Stay wild and stay connected to nature

A family walks outdoors as part of The Wildlife Trusts' 30 Days Wild nature challenge. Credit Evie and Tom Photography.

Over 730,000 people joined in with the 30 Days Wild challenge this year. Find out why, and what's next so that we can all stay wild all year.

The UK’s biggest nature challenge has now ended for another year. 30 Days Wild is the UK’s one and only month-long nature challenge from The Wildlife Trusts, and it invites everyone to do something wild – a random act of wildness! – every day in June, connecting us all with the beauty and wonder of the natural world. 

This year saw over 730,000 people across the country going wild and performing countless random acts of wildness – whether it was brushing up on their insect ID skills, taking a stroll around a local churchyard, or simply admiring dramatic skies. 

Other favourite random acts of wildness included listening to birdsong, exercising and eating outdoors, identifying and planting wild flowers, and going on a bug hunt. 

Girl looking at caterpillar

Photo by Jon Hawkins - Surrey Hills Photography

The highlight of my month had to be the magical uplift of spirits from listening to the busy chatter of birdsong each morning as I ate my breakfast in the garden – at least when the rather unseasonable June weather in south Oxfordshire allowed!  

For this year’s campaign we launched a new outdoor celebration, a mass outdoor breakfast to kickstart the month – a big breakfast bio-blitz! - and throughout the month people came together to enjoy our Big Wild Quiz, experience a back garden camp-out, and to hear from some of our much-loved literary luminaries, including Adam Nicolson, Brigit Strawbridge-Howard and Lucy Jones, to explore how nature has motivated their work and touched their lives. 

Man sitting on bench looking at lake

Photo by Matthew Roberts

Although 30 Days Wild is about having fun and rediscovering a wonder for nature, it also has a serious purpose. For we live on the wrong side of a broken connection to the natural world and the wildlife riches that previous generations lived with – miles of hedgerows shaking with dense flocks of farmland birds, clouds of butterflies, snowstorms of moths, seemingly endless carpets of wildflower meadows – are now mostly lost to us. And that loss impoverishes us all. Therefore, the aims of 30 Days Wild are to: 

  • Enable people to (re)build connection to the natural world 
  • Increase the health and wellbeing of participants 
  • Increase pro-nature behaviours, to benefit wildlife as well as people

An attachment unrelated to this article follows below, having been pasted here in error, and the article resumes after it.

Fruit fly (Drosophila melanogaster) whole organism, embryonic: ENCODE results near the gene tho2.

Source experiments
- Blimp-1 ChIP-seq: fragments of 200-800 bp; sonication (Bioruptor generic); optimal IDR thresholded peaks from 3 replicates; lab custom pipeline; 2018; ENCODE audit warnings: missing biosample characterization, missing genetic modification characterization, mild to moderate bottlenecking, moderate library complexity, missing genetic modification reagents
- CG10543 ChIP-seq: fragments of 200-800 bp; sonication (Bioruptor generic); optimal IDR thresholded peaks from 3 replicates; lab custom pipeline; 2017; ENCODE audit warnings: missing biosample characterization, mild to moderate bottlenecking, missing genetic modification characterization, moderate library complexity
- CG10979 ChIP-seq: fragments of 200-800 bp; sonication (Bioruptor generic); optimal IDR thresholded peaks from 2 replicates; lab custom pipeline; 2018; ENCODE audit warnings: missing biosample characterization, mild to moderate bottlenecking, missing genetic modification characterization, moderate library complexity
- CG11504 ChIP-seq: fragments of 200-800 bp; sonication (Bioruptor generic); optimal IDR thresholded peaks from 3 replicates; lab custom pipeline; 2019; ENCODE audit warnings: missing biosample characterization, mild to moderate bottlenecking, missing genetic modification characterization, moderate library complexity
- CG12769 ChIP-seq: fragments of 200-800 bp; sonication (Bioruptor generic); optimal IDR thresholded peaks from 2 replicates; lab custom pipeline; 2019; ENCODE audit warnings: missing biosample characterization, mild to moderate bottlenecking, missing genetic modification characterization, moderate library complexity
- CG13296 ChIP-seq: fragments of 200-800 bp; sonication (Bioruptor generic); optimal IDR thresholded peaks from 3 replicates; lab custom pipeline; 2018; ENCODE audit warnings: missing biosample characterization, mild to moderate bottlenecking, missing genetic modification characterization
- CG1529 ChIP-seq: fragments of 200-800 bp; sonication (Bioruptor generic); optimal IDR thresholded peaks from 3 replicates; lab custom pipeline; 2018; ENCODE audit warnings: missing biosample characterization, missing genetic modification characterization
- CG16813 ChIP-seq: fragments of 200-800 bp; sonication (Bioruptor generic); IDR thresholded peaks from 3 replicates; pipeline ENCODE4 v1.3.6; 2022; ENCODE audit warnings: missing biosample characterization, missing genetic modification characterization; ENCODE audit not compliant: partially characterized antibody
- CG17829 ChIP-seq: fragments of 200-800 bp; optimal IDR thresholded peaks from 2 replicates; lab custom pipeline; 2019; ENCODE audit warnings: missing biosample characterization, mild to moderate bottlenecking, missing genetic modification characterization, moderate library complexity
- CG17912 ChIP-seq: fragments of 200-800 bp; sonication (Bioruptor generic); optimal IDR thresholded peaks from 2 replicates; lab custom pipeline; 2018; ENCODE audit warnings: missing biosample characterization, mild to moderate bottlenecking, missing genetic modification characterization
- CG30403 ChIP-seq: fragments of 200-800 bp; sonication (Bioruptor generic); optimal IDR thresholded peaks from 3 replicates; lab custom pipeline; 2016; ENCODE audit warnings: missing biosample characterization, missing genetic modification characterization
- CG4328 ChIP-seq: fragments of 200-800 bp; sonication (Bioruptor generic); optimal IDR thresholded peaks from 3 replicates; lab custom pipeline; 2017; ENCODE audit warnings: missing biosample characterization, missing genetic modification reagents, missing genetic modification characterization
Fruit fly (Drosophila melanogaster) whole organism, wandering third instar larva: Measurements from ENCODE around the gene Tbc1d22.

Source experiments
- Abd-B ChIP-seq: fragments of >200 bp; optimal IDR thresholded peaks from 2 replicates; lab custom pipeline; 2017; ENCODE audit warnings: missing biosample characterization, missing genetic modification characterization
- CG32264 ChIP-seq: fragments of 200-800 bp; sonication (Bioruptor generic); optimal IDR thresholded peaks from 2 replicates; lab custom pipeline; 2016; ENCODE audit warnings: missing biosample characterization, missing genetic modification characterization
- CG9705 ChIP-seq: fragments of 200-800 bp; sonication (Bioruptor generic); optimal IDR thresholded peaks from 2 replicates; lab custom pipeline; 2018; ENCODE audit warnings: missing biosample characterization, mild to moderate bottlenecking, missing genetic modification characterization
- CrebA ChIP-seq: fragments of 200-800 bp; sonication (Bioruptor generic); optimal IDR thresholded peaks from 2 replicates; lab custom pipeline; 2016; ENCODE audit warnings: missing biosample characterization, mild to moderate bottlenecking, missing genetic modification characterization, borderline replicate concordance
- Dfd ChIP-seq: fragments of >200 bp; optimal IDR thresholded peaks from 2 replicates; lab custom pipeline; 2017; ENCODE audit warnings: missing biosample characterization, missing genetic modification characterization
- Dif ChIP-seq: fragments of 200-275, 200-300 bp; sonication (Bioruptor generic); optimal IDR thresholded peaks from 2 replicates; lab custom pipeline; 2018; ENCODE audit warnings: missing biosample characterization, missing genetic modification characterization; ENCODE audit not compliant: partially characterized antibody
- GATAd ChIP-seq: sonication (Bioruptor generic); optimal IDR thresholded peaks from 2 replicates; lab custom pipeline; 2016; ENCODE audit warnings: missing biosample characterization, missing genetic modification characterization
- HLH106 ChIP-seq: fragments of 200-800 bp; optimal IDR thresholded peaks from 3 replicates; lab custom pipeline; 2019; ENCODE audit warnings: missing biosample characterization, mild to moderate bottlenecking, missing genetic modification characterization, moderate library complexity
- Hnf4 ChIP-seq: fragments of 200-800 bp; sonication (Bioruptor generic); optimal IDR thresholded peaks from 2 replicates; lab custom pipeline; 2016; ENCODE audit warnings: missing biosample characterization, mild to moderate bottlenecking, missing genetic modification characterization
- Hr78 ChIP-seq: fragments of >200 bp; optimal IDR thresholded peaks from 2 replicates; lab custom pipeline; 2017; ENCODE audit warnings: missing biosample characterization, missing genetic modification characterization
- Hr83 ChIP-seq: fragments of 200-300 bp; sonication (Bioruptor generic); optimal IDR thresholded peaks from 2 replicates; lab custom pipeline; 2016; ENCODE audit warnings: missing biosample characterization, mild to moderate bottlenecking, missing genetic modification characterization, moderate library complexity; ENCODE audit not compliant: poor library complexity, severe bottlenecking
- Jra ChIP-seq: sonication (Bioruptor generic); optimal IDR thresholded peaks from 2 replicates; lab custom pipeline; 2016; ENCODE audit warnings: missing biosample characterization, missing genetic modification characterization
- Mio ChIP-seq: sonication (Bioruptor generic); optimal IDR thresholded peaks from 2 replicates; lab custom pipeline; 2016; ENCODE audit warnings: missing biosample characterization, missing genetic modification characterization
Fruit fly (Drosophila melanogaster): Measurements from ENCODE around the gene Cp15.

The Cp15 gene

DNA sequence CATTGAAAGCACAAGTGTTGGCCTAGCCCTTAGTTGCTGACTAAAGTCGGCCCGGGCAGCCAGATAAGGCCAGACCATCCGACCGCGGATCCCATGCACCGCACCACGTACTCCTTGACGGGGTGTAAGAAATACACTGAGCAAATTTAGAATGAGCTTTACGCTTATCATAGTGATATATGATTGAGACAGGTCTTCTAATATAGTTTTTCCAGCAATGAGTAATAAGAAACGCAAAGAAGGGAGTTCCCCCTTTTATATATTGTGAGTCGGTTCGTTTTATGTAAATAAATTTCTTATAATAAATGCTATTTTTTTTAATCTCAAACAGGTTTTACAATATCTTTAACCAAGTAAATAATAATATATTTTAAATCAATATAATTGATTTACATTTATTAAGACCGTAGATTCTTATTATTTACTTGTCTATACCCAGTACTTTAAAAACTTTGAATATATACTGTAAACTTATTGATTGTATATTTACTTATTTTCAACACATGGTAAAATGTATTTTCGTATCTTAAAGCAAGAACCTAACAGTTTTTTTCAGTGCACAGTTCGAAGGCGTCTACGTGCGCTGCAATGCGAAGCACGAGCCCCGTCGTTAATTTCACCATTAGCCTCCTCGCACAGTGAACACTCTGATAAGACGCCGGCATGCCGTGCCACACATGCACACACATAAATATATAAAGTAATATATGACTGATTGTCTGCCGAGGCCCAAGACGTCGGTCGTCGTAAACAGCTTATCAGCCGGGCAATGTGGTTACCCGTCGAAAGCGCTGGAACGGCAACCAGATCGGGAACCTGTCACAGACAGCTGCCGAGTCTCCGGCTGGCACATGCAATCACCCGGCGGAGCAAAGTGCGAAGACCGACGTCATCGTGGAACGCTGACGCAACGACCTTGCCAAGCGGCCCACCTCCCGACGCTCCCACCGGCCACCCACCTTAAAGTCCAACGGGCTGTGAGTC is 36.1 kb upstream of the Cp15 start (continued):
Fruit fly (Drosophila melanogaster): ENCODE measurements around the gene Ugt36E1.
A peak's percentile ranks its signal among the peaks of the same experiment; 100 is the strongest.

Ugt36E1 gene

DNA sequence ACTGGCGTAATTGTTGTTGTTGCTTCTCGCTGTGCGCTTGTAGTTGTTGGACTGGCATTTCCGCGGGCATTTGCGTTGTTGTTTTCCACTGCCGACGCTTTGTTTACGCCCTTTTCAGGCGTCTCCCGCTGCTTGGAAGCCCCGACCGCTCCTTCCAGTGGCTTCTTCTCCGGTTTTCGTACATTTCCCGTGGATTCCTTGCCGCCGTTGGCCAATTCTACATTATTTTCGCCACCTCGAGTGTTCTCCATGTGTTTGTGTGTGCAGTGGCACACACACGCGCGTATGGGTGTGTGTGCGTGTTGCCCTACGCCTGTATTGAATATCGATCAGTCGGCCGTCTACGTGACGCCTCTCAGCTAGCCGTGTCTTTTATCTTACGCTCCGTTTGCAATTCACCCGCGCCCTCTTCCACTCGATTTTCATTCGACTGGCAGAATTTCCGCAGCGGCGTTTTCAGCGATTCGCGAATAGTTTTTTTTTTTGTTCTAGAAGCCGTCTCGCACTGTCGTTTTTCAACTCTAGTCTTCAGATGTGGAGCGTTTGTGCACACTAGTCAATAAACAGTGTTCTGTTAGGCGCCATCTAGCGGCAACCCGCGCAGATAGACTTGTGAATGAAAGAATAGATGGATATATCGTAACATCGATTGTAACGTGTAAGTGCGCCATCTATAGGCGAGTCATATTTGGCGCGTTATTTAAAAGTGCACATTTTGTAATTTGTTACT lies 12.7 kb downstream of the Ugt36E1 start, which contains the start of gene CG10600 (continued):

A five-year review by the University of Derby showed that taking part in 30 Days Wild brings sustained increases to health, happiness and nature connectedness (that is, a person’s relationship with nature and how emotionally close an individual feels to the natural word). The findings also showed that participants’ pro-conservation behaviours also increased over the course of the challenge. And restoring that connection to nature matters, as celebrated author and botanist Robin Wall Kimmerer writes: 

“Restoring land without restoring relationship is an empty exercise. It is relationship that will endure and relationship that will sustain the restored land. Therefore, reconnecting people and the landscape is as essential as re-establishing proper hydrology or cleaning up contaminants…here is where our most challenging and most rewarding work lies, in restoring a relationship of respect, responsibility and reciprocity. And love.” 

Family cycling

Photo by Matthew Roberts

We need more people on nature’s side and we need more nature everywhere, thriving as part of a vast rich nature network. 

So, stay wild!  Although the challenge is now finished for another year, keep up with those random acts of wildness – listen to the birdsong, eat outdoors, make a wildlife home, grow a wild patch and simply take time to pause and be attentive and open to the beauty and wonder of the world around us. Because nature, although bruised and battered is still awesome and wonderful, and to cherish what remains of it and to foster its renewal is truly one of our most pleasing, rewarding and joyful responsibilities. 

Take notice of the everyday wildness around you and savour the moment; connect with people around you and share your wildlife experiences; keep learning and let nature be your teacher; be active and explore your local wild places on foot or by bike; and give back, by doing something for nature and turning you garden or community space into a haven for wildlife. 

Because all our lives, human and non-human alike, are better when they are little bit wild. 

Find lots of ways to take action for wildlife here